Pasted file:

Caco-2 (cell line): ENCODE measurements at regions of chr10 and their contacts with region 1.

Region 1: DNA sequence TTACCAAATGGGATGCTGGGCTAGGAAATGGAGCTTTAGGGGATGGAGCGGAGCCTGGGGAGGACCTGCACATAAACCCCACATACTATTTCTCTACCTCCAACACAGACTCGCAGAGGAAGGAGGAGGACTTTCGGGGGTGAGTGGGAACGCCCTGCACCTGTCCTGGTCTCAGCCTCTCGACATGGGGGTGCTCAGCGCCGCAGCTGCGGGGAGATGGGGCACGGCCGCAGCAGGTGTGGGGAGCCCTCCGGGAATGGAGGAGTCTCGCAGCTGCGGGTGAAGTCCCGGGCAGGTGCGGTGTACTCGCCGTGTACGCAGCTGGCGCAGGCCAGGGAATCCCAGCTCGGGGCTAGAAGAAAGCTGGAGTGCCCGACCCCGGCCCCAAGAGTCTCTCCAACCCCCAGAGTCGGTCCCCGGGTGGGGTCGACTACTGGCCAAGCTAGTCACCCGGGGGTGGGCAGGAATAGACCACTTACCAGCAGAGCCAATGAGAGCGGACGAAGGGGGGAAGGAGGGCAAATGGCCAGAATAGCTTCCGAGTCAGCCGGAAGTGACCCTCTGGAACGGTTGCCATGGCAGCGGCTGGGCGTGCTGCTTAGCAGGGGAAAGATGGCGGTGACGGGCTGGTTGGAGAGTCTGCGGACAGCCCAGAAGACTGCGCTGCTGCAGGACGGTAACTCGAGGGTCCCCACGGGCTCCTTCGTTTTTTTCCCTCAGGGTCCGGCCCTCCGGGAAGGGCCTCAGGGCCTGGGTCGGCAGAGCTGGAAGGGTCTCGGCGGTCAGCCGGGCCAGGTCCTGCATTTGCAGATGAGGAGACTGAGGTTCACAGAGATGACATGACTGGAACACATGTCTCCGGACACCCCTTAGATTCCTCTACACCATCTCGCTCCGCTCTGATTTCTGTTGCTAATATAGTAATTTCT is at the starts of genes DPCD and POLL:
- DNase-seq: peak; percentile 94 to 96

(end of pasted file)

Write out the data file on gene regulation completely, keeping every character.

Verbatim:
Caco-2 (cell line): ENCODE measurements at regions of chr10 and their contacts with region 1.

Region 1: DNA sequence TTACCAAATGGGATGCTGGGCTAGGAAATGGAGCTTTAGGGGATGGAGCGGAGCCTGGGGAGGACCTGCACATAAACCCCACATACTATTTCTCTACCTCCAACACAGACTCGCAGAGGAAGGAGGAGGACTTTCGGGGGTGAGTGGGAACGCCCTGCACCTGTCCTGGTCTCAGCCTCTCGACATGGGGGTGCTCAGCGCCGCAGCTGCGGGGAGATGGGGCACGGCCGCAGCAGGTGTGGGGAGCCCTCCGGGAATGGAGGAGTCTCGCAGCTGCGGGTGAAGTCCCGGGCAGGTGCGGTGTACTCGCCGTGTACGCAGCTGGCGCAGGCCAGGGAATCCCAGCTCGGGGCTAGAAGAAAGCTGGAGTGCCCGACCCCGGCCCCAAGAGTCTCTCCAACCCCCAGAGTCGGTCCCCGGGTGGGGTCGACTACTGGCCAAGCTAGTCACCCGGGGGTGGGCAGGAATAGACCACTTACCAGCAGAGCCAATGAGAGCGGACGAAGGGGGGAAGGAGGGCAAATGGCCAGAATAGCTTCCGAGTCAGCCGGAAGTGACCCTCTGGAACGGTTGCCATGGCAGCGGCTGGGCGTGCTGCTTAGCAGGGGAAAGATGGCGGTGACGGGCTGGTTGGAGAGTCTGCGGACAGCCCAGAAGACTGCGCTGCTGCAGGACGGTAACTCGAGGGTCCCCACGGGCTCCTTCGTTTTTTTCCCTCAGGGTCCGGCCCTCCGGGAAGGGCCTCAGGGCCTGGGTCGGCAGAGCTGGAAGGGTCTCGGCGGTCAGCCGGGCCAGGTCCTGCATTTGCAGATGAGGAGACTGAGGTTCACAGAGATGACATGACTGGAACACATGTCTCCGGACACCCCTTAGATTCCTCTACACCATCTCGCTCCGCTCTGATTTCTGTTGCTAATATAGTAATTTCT is at the starts of genes DPCD and POLL:
- DNase-seq: peak; percentile 94 to 96